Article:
M9220.127.116.11-3 | ELECTRO-VIGUEUR
1875-1900, 19th century
9.5 x 24.8 cm
Gift of Mrs. Rose A. Rey and Mrs. Evelyn Rey
© McCord Museum
Keywords: Belt (103)
Keys to History
Advances in electric technology made it possible to market new medical appliances for consumer use. One of the more popular devices was the electric belt. In the early 1890s, widely read newspapers like La Presse, The Montreal Daily Star and The Toronto Star were peppered with ads for the "doctor designed" Sanden and McLaughlin belts.
Such products were easy to use. Generated by built-in battery cells, the current was conducted by copper wires along the belt to rounded electrodes of aluminium, silver or other metals. The strategically placed electrodes delivered small quantities of electricity to various parts of the body.
Designed principally for a masculine clientele, the belts sometimes came with "accessories for men" that covered the genitals. In an ad in The Toronto Star, one belt manufacturer boasted that he had restored strength and vigour to more than 50,000 people.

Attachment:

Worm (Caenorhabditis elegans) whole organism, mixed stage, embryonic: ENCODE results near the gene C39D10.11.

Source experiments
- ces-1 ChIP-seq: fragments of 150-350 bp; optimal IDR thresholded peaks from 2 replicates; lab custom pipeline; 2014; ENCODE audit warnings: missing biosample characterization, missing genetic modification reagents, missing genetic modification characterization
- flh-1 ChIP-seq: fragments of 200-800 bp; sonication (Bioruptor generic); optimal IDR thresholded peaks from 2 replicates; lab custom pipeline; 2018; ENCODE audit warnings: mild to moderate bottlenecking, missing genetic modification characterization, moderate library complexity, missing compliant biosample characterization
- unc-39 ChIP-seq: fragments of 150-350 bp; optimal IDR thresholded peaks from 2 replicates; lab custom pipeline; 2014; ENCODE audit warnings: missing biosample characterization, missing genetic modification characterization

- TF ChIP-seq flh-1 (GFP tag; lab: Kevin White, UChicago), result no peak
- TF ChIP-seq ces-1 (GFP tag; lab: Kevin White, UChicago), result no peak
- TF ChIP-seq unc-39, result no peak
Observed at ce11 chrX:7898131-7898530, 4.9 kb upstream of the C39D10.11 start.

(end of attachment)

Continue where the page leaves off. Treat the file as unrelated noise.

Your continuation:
D. Goulet, "La promesse des ceintures électriques : la vigueur retrouvée," Cap-aux-Diamants, Aux pays des hommes forts, spring 2002, pp. 33-37.
Source : Cures and Quackery: The Rise of Patent Medicines [Web tour], by Denis Goulet, Université de Sherbrooke (see Links)
Deluxe electric belt made by "Dr." McLaughlin. The three large "electro-vigour" electrodes were first sheathed in water-soaked chamois leather and then applied to the desired spots.
"Dr." McLaughlin advertised his belts in the Toronto Star and the Montreal Daily Star. It appears that he sold primarily on the Canadian market.
From 1895 to 1910, the electric belt market was at its peak.
Judging from the quality of his belt, "Dr." McLaughlin targeted a clientele of well-off English- and French-speaking Canadians.